If you have a Wyze security camera, my suggestion would be to rip it out of the wall and throw it in the nearest trash can. Over the past three years, a glaring security flaw has taken root in the company’s V1, V2, and V3 Internet-connected cameras that allegedly allowed hackers to access video stored on the devices and watch what was going on. The company apparently knew about this all along and was very slow to take action to correct it. They also neglected to tell anyone.
News of the whole disaster broke on Tuesday, when cybersecurity firm Bitdefender released a Blog and one white paper revealing the security issue. The flaw, which currently has no official designation, would have allowed a hacker to gain unauthenticated remote access to the contents of a Wyze camera’s SD card. This means that an intruder could very easily view the video stored inside and even potentially download it. Since many people use these cameras inside their homes as well as outside, the privacy risks inherent in the products are quite worrying.
Worse still, the Bitdefender article reveals that the vulnerability was initially discovered and reported to Wyze in March 2019. Bitdefender also revealed two other previously undisclosed vulnerabilities that troubled the camera lineup, an authentication bypass flaw tracked officially as CVE-2019-9564and a remote code execution vulnerability, CVE-2019-12266. The bugs were fixed in previous firmware updates on September 24, 2019 and November 9, 2020, respectively.
Wyze finally released fixes for the SD card vulnerability in an update on January 29, which fixed the issue for its V2 and V3 cameras. However, Wyze stopped supporting its V1 camera in February, which means that no more security updates are possible for these cameras and that they will always be vulnerable to this unique intrusive security risk. Indeed, it looks like the company actually pulled the V1 because “hardware limitations” prevented it from effectively releasing a security update to fix these vulnerabilities.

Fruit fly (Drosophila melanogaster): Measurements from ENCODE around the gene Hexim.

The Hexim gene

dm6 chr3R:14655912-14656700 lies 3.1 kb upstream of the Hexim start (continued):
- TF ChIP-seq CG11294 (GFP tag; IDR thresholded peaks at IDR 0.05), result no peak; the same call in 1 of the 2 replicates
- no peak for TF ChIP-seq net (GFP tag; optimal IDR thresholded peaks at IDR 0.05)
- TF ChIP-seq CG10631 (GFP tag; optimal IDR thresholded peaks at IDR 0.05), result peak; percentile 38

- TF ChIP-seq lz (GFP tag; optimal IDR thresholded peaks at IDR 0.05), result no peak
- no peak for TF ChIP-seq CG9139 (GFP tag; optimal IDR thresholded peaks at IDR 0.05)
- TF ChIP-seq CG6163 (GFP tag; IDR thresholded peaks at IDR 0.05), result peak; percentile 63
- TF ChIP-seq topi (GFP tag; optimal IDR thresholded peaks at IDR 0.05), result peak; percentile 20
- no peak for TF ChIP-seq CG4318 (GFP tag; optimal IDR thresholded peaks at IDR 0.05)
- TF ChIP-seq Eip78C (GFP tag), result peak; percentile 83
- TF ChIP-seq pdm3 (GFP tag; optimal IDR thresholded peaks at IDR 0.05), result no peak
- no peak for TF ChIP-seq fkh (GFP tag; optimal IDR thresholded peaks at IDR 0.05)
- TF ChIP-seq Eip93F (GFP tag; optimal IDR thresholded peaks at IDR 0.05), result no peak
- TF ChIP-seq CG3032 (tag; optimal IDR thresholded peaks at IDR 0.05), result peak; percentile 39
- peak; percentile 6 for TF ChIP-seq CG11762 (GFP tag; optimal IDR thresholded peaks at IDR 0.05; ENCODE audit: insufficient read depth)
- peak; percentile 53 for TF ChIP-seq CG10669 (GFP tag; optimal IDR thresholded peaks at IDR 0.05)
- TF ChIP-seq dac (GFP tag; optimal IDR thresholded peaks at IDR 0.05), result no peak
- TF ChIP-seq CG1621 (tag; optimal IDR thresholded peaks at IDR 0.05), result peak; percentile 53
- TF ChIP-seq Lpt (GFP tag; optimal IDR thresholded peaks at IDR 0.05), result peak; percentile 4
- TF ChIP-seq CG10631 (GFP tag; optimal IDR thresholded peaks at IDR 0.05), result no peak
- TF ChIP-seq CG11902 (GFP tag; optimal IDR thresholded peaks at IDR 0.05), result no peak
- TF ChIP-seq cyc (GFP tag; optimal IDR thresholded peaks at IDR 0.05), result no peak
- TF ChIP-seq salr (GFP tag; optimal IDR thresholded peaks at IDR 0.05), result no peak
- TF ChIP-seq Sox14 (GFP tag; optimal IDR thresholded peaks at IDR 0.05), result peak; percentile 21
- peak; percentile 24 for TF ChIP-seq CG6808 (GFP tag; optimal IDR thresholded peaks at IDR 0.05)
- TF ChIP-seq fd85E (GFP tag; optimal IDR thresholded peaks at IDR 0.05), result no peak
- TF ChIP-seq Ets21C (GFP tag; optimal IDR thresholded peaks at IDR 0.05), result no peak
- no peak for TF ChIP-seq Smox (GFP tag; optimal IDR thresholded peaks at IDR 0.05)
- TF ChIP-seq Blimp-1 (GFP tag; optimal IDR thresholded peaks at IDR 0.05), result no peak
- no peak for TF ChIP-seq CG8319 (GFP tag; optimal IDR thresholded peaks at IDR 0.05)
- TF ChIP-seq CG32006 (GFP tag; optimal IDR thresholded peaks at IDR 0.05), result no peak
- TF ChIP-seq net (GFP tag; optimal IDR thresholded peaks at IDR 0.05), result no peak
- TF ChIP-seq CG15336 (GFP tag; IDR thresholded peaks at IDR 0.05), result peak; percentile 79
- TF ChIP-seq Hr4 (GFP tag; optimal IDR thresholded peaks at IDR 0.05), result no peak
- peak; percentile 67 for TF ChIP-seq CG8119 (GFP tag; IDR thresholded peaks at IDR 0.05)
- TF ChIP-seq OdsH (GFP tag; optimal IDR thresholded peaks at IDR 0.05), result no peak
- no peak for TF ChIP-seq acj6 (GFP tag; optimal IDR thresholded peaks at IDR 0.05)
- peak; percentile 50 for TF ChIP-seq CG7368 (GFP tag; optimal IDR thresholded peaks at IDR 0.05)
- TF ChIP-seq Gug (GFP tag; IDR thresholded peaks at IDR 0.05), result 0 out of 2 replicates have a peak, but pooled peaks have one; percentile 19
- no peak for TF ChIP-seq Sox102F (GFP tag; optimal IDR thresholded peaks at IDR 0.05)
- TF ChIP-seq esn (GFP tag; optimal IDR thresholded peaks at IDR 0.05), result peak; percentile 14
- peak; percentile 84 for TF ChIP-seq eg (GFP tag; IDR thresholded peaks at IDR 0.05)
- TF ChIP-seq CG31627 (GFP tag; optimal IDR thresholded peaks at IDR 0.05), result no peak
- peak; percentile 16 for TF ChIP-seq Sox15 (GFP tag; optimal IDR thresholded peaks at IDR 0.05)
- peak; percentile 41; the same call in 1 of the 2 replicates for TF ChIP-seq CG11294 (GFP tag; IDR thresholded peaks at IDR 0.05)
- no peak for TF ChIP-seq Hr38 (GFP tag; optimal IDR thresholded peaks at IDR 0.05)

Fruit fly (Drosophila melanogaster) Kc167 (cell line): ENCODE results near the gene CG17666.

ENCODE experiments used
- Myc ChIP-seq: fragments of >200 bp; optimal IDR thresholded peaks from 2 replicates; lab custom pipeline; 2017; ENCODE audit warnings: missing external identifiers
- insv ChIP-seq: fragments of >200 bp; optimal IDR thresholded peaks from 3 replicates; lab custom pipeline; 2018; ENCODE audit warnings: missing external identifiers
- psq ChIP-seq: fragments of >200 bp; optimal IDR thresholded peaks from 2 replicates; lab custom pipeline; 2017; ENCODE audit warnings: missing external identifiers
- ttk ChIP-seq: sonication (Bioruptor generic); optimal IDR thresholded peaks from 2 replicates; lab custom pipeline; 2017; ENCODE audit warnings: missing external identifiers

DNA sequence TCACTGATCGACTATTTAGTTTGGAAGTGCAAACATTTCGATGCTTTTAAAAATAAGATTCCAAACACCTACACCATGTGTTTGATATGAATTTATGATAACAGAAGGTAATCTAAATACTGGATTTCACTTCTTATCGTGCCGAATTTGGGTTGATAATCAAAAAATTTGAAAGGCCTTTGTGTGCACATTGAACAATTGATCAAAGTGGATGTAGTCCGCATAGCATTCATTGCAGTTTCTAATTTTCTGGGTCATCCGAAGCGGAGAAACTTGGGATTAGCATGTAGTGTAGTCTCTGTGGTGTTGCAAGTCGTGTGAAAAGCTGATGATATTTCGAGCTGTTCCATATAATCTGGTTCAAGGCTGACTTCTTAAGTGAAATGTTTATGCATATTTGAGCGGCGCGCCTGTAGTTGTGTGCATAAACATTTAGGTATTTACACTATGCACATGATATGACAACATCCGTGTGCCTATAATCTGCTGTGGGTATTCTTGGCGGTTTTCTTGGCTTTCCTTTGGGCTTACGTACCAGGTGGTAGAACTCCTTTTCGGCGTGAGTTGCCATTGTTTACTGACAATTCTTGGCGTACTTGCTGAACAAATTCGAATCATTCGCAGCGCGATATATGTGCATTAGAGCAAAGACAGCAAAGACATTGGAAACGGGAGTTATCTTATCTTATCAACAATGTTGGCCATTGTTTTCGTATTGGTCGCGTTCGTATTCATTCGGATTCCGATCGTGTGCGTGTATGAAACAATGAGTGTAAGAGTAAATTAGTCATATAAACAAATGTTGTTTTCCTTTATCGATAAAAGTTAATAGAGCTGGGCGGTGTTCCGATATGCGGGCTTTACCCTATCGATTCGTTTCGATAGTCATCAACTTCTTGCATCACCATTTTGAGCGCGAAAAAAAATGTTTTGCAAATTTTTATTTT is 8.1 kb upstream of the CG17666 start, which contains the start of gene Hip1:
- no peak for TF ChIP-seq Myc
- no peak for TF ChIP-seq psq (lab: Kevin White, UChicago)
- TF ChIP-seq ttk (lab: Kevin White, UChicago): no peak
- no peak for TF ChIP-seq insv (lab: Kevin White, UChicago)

At the time of V1’s withdrawal, the company issued a vague warning about how using the outdated product could lead to “increased risk”, but didn’t mention anything specifically about a known security issue. which could allow pirates to hijack the video stream of the product. Maybe it was good to know.
The edge asked Bitdefender’s decision not to disclose security issues earlier. The company’s disclosure timeline provided in its whitepaper makes it clear that it has been fairly consistent in trying to get Wyze to consider this.s warnings about the security breach. But if Bitdefender has understood these serious consumer risks for three years, why wait for Wyze to be on the same page if the company seemed unresponsive? We’ve reached out to the security company for a better understanding of this and will update our story if they respond.
When reached for comment, a representative for Wyze reiterated to Gizmodo that problem areas had been patched. The representative also provided us with a statement. It reads, in part:
At Wyze, we value the trust of our users immensely and take all security issues seriously. We constantly assess the security of our systems and take appropriate measures to protect the privacy of our customers. We appreciated the responsible disclosure provided by Bitdefender on these vulnerabilities. We have worked with Bitdefender and fixed security issues in our supported products. These updates are already rolling out in our latest app and firmware updates.
At Gizmodo, we actually have writing on the Wyze cameras a bit. The cameras had a reputation as a cheaper but effective alternative to better-known home security brands like Nest. But those selling points probably have little appeal now. In short: it’s hard to imagine how customers are supposed to trust Wyze now and, for a security company, trust is pretty much everything.